Misunderstandings are generally on both sides so consider how you may have contributed to it. Were you to eager to make a judgement on the other person? Did you get too personal too soon in the discussion? If you wouldn’t share the information about yourself on a first date, you probably shouldn’t in your first online discourse either. Learn to read online cues and don’t get frustrated, it gets easier. As in real life, it could also be the timing.

Online dating sites have made measures to assist you in staying safe. After all, in the information age a bad review or rating has more clout than word of mouth. It teaches more consumers a lot faster, so keeping visitors safe is a top priority. Look through their suggestions. Most of all remember what you’re there for, if you joined a dating site, treat it like such. It’s not a social site like Facebook, it’s for meeting people. Don’t get upset at others when they want to meet up.

I’m not suggesting blind trust but what author Stephen M. R. Covey (son of Stephen R. Covey, author of The 7 Habits of Highly Effective People) calls “Smart Trust,” the concept a certain amount of trust is appropriate. If you start out with distrust for others that’s what you will get in return. So, give them the benefit of the doubt until they give you a valid reason not to trust them. In regard to online interaction, where you can simply “block” or “unfriend” anyone, this should definitely be put in practice.

A meme that I found is a fitting description of what dating has become:

So many good women have dealt with the wrong man and so many good men have dealt with the wrong woman that by the time you to finally meet, you‘re both afraid of each other.”


R.C. Seely is the founder of and ALTV. He has also written books of pop culture the most recent Victims of White Male: How Victim Culture Victimizes Society is available at Amazon.

By R.C. Seely

THE MEDIA HAS REPORTED that “malls across the country are dying off.” The supposed culprit for their demise is the internet and its impact on the business models. I don’t think so. The internet simply demonstrated the vulnerability of big business, they over extended themselves.

At times of excess before the great recession of 2008, the biggest retail organizations in the United States just kept building while ignoring the looming change in business. The internet did what mail order did and gave the customer more options; in areas with few brick and mortar stores, this proved to be a saving grace; in areas with more stores losses were inevitable.

And with both additions to the market, the “big boys” complained about the competition, but ignored the fact they were responsible for the damage by not adapting when they should have. So, they had to perform massive scaling back measures closing many stores and cutting the jobs. That’s the bad news.

The good news is that the internet has made it easier for the little guys to fill the niches. Online commerce has proven to be the leveler of the market that had been distorted by big corporations, all thanks to the minimal regulations and restrictions on the “information superhighway.” The internet is mostly tax-free on products, and fees for advertising and selling are minimal, making it ideal for growth.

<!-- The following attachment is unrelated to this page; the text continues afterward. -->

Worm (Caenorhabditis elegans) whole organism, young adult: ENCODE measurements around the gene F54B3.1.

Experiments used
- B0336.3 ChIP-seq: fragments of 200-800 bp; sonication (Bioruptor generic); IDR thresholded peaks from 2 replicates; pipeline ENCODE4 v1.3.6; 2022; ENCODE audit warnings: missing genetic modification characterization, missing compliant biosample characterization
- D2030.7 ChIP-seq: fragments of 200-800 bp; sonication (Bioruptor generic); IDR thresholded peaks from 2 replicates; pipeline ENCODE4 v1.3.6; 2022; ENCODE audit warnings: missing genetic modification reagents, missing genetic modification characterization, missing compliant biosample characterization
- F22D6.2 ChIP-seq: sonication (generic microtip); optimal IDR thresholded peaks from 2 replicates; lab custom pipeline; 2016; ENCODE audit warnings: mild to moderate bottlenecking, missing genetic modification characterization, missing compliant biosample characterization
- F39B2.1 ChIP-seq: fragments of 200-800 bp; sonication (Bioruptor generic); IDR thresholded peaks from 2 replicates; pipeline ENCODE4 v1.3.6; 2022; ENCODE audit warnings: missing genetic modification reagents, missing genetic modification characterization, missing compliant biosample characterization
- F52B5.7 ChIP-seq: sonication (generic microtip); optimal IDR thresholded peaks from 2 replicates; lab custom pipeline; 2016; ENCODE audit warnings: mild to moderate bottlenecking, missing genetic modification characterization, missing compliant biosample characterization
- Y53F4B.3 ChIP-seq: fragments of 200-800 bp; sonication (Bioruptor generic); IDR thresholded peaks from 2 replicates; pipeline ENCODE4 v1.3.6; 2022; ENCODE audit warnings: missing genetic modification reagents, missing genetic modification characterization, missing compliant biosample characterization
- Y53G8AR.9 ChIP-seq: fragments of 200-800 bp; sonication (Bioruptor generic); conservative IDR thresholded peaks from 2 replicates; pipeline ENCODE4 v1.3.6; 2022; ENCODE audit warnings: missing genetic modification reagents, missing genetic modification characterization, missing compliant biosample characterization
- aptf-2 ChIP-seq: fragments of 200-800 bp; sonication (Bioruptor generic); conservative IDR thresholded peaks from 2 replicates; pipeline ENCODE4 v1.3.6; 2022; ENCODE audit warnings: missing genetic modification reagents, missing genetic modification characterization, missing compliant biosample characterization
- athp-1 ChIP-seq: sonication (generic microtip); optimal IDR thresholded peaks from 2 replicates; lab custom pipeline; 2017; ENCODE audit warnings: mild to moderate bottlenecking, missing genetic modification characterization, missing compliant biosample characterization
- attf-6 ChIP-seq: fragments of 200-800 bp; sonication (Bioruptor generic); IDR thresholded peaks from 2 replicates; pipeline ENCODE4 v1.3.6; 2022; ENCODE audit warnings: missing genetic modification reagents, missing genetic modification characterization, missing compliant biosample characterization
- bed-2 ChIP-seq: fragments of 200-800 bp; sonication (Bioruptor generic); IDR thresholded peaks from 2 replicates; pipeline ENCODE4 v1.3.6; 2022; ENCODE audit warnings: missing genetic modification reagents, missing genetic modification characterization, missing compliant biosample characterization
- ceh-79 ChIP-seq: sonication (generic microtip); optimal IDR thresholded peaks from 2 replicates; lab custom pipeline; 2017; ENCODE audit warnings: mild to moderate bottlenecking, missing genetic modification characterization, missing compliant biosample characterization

The internet was sent up in the 1980s, and started showing the signs of the coming changes in the nineties. By the early 2000s if you didn’t have an email address for your business you were behind the curb, the big companies least affected by the web already designed a solid online infrastructure. Target, Walmart and Home Depot, didn’t lose as many stores as the other large corporations. They welcomed the new manner in doing business and fewer local economies were hurt.

The damage done wasn’t due to the internet but short-sightedness on the part of the large companies who foolishly believed the internet was simply a fad–a similar sentiment about mail order, I’m sure. It’s a fairly effective way to avoid culpability for your failures, and make the other guy look bad for doing so.

Many of us do business almost entirely online thanks to Amazon. All my books couldn’t be possible without the services of Createspace, one of Amazon’s subsidiaries. That doesn’t mean I agree with everything the company does, but they perform services along with selling discounted products that benefit the consumer and that can’t be denied.

Amazon has also given another point of consideration, while many are shutting down their brick and mortar stores, this retail giant recently opened its first one. Clearly, they don’t see this as the end of malls and they have been pretty accurate in their predictions so far.

R.C. Seely is the founder of and ALTV. He has also written books on pop culture the most recent Victims of White Male: How Victim Culture Victimizes Society is available at Amazon.

By R.C. Seely

CRITICS OF CAPITALISM ARE eager to point out the hypocrisy of us capitalists statement of “Communism (or Socialism, or Progressivism, or any other isms) has killed X number of people.” They point out that many have died from capitalism. Since capitalism doesn’t make the promises of perfection that the other mentioned isms do, that’s a false comparison but it’s not the only problem. It also discounts the lives that have been improved or saved because of capitalism.

The instinct to assist perfect strangers in disasters in one such example. Charity is a free market concept, the isms are by force, hence not true charity.